The main difference between these two styles I was able to immediately notice was the feeling of my body being rooted to ground vs. floating and almost feeling like I can look at myself while meditating (during basic mindfulness). In my opinion, I think you can gain respect from those with SUD if you help them dip their toes into the counting breath style…. In a sense, you can help them move their addictive behaviors from substances to feeling the calming sensations of meditation instead, but they need to get to experience that sensation with guidance at first. We’re all guilty of asking “am I doing this right?” during our exercises and it may give them the validation they’re seeking with the breath counting style.

    #22246
    Catherine VanDraska
    Participant

    1. Prior to starting the exercise, I had learned some frustrating news about work so I was in a more elevate state. After getting to count 4, I felt my body calm and relax. I felt peaceful and ready to take on the challenge after the exercise. My mind responds very well to mindfulness exercises and found it easy to focus on the count. I find this exercise extremely effective.
    2. I felt calm and peaceful physically. My mind wondered often about tasks that I needed to get done for work. I was able to bring my thoughts back, but did have some anxiety. One of my coping skills is to right down the tasks that I have to complete and I did not like the feeling of not being able to write them down. I think that it was effective to notice that my ability to keep work at work has decreased lately.
    3. I think that both of these exercises could have significant benefits for myself and the people that I serve. I like the first exercise more when I am feeling overwhelmed but the second would be better when I need to bring more awareness to my thoughts so I can adjust were needed. My program currently does daily group medication and we utilize mindfulness practices when our youth are in crisis. These activities have continued to show the effectiveness.

    Catherine VanDraska

    #22257
    Ryan Crouse
    Participant

    Question 1
    At first my mind was drawn to the achy or uncomfortable parts of my body and I would have to refocus my attention on the counting in my mind when I was breathing in and out. When i was more able to focus on the breathing and the counting my mind started to move away from my body and i was less aware of how it ached and the uncomfort in my body. I believe the exercise would be effective for calming my mind and helping me refocus my thoughts or help with an undesirable mood I am in.
    Question 2
    What I noticed the most about the physical experience was that each part of my body that I was being mindful of relaxed and I could feel the tension leave that area of my body. My mind would wander to the part of my body that always hurts. I have degenerative disk disease in my neck so my mind wanted to focus on that area and I had to redirect my thoughts. I think it shows how easily my mind wanders and that I have to bring myself back to the moment and focusing on my breath helps me to bring my mind back to the meditation and off of what my mind wants to wander to.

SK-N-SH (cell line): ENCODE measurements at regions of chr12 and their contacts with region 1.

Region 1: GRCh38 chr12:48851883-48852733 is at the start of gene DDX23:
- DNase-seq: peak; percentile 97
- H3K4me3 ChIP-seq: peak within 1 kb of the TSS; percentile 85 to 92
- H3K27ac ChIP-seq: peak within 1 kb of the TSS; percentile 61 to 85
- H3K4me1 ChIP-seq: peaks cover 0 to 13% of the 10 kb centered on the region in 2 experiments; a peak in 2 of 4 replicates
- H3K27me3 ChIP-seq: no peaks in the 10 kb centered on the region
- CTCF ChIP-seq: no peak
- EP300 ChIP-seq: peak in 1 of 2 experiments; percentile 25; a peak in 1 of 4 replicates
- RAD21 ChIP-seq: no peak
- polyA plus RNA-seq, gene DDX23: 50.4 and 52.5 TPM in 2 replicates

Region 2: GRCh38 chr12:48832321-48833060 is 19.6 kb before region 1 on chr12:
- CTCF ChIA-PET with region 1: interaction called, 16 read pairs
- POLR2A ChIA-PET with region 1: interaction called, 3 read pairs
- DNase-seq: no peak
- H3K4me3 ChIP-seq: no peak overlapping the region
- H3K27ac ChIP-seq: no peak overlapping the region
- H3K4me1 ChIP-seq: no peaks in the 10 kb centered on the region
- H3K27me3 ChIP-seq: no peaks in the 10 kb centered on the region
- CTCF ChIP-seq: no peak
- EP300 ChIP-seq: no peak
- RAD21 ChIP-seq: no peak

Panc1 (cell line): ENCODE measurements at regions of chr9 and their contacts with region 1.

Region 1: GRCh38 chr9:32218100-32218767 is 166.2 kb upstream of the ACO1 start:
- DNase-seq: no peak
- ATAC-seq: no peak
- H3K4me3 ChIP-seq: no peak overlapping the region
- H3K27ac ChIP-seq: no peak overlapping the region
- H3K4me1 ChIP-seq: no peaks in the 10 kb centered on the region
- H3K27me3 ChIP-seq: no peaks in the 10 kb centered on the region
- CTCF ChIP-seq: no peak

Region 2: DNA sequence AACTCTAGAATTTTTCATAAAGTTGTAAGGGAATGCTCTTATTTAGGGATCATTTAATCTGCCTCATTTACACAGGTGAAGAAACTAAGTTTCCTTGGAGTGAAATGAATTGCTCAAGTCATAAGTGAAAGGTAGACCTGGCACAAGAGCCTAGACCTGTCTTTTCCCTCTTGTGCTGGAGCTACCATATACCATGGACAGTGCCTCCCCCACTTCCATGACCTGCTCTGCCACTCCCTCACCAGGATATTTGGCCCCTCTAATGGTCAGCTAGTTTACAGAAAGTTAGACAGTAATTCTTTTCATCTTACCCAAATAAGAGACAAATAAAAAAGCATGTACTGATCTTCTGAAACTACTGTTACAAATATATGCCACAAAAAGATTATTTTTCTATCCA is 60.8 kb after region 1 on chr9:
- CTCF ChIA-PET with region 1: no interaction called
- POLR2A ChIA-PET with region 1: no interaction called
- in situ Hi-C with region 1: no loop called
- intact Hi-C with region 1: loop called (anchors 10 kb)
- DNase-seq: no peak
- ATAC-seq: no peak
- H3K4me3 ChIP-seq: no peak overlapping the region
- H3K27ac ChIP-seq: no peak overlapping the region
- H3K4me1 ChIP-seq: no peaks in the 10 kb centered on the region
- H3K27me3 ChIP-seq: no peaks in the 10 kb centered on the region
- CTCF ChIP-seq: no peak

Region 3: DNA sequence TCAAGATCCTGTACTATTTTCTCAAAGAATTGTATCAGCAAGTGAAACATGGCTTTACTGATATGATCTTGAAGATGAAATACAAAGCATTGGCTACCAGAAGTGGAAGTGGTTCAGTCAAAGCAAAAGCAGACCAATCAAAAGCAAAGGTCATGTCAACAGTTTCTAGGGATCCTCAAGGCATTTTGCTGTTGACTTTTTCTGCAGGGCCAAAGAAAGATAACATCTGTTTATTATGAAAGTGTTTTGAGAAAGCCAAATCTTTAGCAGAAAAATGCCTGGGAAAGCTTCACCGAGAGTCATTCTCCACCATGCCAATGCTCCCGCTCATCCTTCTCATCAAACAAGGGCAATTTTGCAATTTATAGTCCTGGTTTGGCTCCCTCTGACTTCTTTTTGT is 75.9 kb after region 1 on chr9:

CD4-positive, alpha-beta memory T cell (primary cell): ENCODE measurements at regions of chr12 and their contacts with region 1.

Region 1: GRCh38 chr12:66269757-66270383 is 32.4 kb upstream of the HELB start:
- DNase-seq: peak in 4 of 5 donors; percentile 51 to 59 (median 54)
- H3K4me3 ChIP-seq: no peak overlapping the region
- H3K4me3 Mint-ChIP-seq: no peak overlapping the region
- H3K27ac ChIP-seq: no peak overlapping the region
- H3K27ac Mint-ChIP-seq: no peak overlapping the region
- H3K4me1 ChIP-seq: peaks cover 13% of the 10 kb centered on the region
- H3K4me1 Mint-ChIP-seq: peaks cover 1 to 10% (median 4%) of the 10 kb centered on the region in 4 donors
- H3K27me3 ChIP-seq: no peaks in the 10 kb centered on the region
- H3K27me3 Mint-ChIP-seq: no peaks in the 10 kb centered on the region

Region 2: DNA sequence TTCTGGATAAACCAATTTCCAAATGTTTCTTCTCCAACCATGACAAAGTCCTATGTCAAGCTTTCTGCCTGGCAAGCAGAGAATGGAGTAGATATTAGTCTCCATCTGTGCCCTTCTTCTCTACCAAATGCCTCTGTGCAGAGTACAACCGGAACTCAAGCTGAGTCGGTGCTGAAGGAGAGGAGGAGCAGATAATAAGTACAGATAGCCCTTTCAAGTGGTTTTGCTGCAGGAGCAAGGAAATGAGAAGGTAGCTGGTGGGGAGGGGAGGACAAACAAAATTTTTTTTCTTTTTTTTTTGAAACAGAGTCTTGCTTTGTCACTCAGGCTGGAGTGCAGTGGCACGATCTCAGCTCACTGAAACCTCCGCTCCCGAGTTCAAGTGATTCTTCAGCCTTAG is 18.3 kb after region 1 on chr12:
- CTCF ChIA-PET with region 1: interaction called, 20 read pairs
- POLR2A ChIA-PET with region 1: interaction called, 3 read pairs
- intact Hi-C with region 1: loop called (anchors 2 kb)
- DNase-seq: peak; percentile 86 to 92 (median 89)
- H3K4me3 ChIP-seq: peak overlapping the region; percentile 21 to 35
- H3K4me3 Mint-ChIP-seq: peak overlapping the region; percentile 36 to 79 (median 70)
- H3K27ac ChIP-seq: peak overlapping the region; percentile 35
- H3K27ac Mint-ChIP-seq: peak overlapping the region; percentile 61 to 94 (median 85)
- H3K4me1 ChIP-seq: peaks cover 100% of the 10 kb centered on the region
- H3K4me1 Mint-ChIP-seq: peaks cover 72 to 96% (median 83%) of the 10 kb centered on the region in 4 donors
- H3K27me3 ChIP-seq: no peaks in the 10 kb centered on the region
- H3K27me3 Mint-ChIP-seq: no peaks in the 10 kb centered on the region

Question 3
    I think the similarities where that both I was sitting the same breathing the same. the difference for me was the first one I was less aware of my body when I was focusing on on my breath and counting. I felt like I was leaving my body more so that the next one. the second meditation if I did the right one which was the guided meditation of starting at my feet and being mindful of different parts of m body. in that meditation I felt more in my body and mindful of my body and how it was feeling and how it was relaxing and the tension was going away.

    #22658

    Question 1
    What did you notice about your physical experience during the Breath Counting Meditation? What did you notice about how your mind responded to focusing on counting your breaths? How would you evaluate the effectiveness of this meditation to calm and/or stabilize your mind?

    The focus on counting was very helpful in keeping my focus and became rhythmic as I went along. It was very calming.

    Question 2
    What did you notice about your physical experience during the Basic Mindfulness Meditation? What did you notice about how your mind wandered? What was it like to gently shift your focus of attention from your thoughts to your breath? How would you evaluate the effectiveness of this meditation to make you more aware of the habits of your mind?

    This one was more difficult as my mind wandered and it was difficult to bring it back at times. It was interesting to be reflecting on what my mind did or had difficulty doing.

    Question 3

    In your own experience, what would you say were the differences and similarities in the two meditation exercises? How would you envision integrating the Breath Counting Meditation and/or the Basic Mindfulness Meditation into your clinical work with people with substance use or mental disorders?
    I think they were similar but I think beginning with the first meditation and then moving to the second and with more practice will help individuals learn to focus and avoid external or even internal responses.

Viewing 8 posts - 1 through 8 (of 8 total)
  • You must be logged in to reply to this topic.